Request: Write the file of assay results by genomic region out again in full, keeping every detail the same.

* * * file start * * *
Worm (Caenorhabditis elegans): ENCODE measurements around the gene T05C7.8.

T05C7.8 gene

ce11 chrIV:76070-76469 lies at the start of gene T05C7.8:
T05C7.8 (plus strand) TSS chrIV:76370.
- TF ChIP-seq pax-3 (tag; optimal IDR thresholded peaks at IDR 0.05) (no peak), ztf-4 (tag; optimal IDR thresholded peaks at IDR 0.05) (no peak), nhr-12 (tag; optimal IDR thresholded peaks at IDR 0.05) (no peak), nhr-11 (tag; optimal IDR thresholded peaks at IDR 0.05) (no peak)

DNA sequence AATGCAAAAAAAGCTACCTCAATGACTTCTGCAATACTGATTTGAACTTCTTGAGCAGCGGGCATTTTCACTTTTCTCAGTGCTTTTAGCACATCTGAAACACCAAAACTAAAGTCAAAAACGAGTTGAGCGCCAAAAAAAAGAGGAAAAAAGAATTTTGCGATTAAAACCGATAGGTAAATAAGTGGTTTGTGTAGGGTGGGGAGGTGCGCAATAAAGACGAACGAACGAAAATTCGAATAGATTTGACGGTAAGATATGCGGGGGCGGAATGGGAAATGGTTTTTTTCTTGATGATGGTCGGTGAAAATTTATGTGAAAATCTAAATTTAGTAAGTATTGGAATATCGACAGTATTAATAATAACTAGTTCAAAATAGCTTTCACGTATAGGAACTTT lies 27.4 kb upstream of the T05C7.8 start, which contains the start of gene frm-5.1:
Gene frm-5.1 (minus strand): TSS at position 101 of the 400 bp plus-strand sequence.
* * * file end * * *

Worm (Caenorhabditis elegans): ENCODE measurements around the gene T05C7.8.

T05C7.8 gene

ce11 chrIV:76070-76469 lies at the start of gene T05C7.8:
T05C7.8 (plus strand) TSS chrIV:76370.
- TF ChIP-seq pax-3 (tag; optimal IDR thresholded peaks at IDR 0.05) (no peak), ztf-4 (tag; optimal IDR thresholded peaks at IDR 0.05) (no peak), nhr-12 (tag; optimal IDR thresholded peaks at IDR 0.05) (no peak), nhr-11 (tag; optimal IDR thresholded peaks at IDR 0.05) (no peak)

DNA sequence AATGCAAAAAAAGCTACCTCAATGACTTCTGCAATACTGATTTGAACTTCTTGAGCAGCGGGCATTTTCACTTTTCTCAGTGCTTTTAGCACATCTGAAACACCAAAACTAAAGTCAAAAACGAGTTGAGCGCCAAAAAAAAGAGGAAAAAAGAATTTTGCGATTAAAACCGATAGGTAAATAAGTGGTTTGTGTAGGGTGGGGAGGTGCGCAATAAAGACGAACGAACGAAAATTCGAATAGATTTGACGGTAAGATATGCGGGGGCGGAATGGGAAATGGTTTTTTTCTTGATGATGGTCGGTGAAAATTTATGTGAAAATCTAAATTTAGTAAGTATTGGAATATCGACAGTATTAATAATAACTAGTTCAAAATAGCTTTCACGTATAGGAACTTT lies 27.4 kb upstream of the T05C7.8 start, which contains the start of gene frm-5.1:
Gene frm-5.1 (minus strand): TSS at position 101 of the 400 bp plus-strand sequence.